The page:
Collectively, Dr. Garcia’s laboratory is investigating structural and functional aspects of cell surface receptor recognition and activation, in receptor-ligand systems with relevance to human health and disease. The receptor systems studied derive principally from the immune system (TCR/MHC, cytokines), but additionally encompass several systems that are also important in neurobiology (Semaphorins) and development (Wnt). A focus is on “shared” pleiotropic receptors, to understand the biophysical basis by which different ligands are able to elicit unique intracellular responses and functional outcomes. A recent effort in the lab has been to “de-orphanize” cell surface receptors, the vast majority of which remain un-paired with a ligand. In Dr. Garcia’s seminar, he will discuss a range of new results on de-orphanizing receptors that mediate cell-cell adhesion, and also a structural investigation for how the molecular architecture of a known receptor-ligand pair involved in synaptic adhesion impacts on function.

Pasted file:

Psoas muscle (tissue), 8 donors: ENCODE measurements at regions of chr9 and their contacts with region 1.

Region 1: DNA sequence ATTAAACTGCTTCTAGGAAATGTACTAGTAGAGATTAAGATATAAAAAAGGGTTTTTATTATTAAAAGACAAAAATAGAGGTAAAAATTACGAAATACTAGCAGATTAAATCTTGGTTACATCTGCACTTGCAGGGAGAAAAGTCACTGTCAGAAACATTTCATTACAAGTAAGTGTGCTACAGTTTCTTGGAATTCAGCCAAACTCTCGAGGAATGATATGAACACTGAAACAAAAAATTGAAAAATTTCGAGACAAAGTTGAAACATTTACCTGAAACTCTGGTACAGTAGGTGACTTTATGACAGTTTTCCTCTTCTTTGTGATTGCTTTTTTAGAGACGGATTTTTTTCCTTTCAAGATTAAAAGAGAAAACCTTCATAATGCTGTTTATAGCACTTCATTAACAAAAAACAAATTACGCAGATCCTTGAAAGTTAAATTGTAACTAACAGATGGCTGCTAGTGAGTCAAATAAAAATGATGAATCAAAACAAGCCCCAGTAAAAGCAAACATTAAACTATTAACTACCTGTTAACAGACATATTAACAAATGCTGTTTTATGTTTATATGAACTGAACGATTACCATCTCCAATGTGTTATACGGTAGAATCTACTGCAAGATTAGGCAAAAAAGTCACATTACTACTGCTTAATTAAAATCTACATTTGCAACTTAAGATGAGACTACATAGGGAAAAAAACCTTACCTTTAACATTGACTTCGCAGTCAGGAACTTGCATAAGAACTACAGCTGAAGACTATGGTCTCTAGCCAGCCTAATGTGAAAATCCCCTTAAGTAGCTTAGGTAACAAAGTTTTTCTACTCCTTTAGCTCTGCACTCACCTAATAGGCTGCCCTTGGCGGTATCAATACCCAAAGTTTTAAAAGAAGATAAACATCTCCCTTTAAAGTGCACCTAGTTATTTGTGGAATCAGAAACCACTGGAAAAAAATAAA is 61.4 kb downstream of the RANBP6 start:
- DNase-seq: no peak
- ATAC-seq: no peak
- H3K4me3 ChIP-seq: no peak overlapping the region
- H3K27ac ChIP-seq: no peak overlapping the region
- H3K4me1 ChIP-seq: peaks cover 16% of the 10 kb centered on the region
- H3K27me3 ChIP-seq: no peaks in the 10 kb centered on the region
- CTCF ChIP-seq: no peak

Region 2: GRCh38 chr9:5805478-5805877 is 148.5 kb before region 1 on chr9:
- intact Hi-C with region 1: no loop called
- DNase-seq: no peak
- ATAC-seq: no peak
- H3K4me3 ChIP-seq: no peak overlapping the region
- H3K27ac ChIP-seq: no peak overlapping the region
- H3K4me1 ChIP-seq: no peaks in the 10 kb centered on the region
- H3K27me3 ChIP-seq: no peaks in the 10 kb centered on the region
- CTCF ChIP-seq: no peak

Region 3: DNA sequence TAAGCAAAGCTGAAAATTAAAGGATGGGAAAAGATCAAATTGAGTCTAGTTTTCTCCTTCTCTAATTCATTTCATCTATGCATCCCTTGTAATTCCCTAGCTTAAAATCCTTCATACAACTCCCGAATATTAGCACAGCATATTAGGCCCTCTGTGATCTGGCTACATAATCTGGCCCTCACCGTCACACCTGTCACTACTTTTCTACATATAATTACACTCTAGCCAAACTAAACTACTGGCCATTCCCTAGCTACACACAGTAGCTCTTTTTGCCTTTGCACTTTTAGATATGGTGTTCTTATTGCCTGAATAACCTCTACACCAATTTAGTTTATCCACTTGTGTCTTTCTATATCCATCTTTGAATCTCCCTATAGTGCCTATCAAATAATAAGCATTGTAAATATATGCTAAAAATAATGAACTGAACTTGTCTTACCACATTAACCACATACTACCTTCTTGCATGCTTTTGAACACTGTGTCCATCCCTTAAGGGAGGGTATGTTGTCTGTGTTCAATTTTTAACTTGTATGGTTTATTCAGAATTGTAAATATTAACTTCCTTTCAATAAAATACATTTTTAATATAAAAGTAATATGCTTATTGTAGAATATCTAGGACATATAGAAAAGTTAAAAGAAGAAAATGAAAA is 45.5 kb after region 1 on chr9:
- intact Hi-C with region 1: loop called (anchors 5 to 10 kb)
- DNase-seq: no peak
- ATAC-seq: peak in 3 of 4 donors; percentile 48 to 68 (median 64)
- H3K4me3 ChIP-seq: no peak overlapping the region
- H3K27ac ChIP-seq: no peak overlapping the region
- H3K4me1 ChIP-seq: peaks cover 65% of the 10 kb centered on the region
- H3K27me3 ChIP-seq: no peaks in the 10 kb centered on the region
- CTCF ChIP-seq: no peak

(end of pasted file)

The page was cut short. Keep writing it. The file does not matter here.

Dr. H. Robert Horvitz is the David H. Koch Professor of Biology at the Massachusetts Institute of Technology (MIT) and an Investigator of the Howard Hughes Medical Institute. He is also a Neurobiologist (Neurology) at the Massachusetts General Hospital, a Member of the MIT McGovern Institute for Brain Research, and a Member of the MIT Koch Institute for Integrative Cancer Research. In 2002, Dr. Horvitz was awarded the Nobel Prize in Physiology or Medicine for his discoveries concerning genetic regulation of organ development and programmed cell death.
Dr. Horvitz received S.B. degrees in Mathematics and in Economics from MIT in 1968. He performed his graduate studies at Harvard University in the laboratories of Drs. James Watson and Walter Gilbert and received his Ph.D. in Biology in 1974. Dr. Horvitz joined Dr. Sydney Brenner at the Medical Research Council Laboratory of Molecular Biology in Cambridge, England, and there began his studies of the development and behavior of the microscopic roundworm Caenorhabditis elegans. Since 1978, Dr. Horvitz has been an Assistant, Associate and Full Professor in the Department of Biology at MIT.